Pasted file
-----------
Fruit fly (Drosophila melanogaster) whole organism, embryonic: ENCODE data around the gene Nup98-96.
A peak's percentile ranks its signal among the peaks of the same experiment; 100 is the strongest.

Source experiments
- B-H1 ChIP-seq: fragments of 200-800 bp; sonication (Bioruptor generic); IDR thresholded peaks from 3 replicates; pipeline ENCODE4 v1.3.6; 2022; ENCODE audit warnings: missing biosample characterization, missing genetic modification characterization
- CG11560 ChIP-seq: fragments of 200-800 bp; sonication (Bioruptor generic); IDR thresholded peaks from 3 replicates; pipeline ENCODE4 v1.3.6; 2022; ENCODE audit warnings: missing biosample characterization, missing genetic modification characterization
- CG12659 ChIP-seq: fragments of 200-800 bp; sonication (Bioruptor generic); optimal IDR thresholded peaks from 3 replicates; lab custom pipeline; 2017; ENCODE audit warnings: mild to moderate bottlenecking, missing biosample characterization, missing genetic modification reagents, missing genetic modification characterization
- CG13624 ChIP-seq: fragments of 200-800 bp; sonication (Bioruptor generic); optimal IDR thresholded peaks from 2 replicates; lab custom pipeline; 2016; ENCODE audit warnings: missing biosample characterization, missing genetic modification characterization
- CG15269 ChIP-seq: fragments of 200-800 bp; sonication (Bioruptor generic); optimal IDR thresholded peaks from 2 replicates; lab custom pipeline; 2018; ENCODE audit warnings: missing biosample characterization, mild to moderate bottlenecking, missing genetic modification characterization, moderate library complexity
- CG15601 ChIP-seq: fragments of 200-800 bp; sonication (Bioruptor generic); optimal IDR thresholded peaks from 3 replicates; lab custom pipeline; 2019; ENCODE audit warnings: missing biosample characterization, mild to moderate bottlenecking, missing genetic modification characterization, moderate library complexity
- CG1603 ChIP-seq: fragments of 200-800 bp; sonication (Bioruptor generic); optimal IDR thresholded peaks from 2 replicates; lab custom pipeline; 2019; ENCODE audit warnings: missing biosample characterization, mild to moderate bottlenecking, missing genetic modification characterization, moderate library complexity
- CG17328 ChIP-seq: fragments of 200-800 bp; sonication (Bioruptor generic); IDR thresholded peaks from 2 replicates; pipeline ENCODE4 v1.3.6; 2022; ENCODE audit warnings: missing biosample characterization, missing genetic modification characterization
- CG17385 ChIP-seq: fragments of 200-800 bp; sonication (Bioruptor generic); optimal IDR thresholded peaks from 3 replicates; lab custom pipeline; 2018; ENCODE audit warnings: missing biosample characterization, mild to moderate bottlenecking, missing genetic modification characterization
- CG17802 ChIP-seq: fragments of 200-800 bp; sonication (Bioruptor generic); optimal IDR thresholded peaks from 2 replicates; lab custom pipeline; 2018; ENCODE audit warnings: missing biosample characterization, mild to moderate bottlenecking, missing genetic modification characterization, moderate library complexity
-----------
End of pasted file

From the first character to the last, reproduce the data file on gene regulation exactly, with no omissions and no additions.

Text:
Fruit fly (Drosophila melanogaster) whole organism, embryonic: ENCODE data around the gene Nup98-96.
A peak's percentile ranks its signal among the peaks of the same experiment; 100 is the strongest.

Source experiments
- B-H1 ChIP-seq: fragments of 200-800 bp; sonication (Bioruptor generic); IDR thresholded peaks from 3 replicates; pipeline ENCODE4 v1.3.6; 2022; ENCODE audit warnings: missing biosample characterization, missing genetic modification characterization
- CG11560 ChIP-seq: fragments of 200-800 bp; sonication (Bioruptor generic); IDR thresholded peaks from 3 replicates; pipeline ENCODE4 v1.3.6; 2022; ENCODE audit warnings: missing biosample characterization, missing genetic modification characterization
- CG12659 ChIP-seq: fragments of 200-800 bp; sonication (Bioruptor generic); optimal IDR thresholded peaks from 3 replicates; lab custom pipeline; 2017; ENCODE audit warnings: mild to moderate bottlenecking, missing biosample characterization, missing genetic modification reagents, missing genetic modification characterization
- CG13624 ChIP-seq: fragments of 200-800 bp; sonication (Bioruptor generic); optimal IDR thresholded peaks from 2 replicates; lab custom pipeline; 2016; ENCODE audit warnings: missing biosample characterization, missing genetic modification characterization
- CG15269 ChIP-seq: fragments of 200-800 bp; sonication (Bioruptor generic); optimal IDR thresholded peaks from 2 replicates; lab custom pipeline; 2018; ENCODE audit warnings: missing biosample characterization, mild to moderate bottlenecking, missing genetic modification characterization, moderate library complexity
- CG15601 ChIP-seq: fragments of 200-800 bp; sonication (Bioruptor generic); optimal IDR thresholded peaks from 3 replicates; lab custom pipeline; 2019; ENCODE audit warnings: missing biosample characterization, mild to moderate bottlenecking, missing genetic modification characterization, moderate library complexity
- CG1603 ChIP-seq: fragments of 200-800 bp; sonication (Bioruptor generic); optimal IDR thresholded peaks from 2 replicates; lab custom pipeline; 2019; ENCODE audit warnings: missing biosample characterization, mild to moderate bottlenecking, missing genetic modification characterization, moderate library complexity
- CG17328 ChIP-seq: fragments of 200-800 bp; sonication (Bioruptor generic); IDR thresholded peaks from 2 replicates; pipeline ENCODE4 v1.3.6; 2022; ENCODE audit warnings: missing biosample characterization, missing genetic modification characterization
- CG17385 ChIP-seq: fragments of 200-800 bp; sonication (Bioruptor generic); optimal IDR thresholded peaks from 3 replicates; lab custom pipeline; 2018; ENCODE audit warnings: missing biosample characterization, mild to moderate bottlenecking, missing genetic modification characterization
- CG17802 ChIP-seq: fragments of 200-800 bp; sonication (Bioruptor generic); optimal IDR thresholded peaks from 2 replicates; lab custom pipeline; 2018; ENCODE audit warnings: missing biosample characterization, mild to moderate bottlenecking, missing genetic modification characterization, moderate library complexity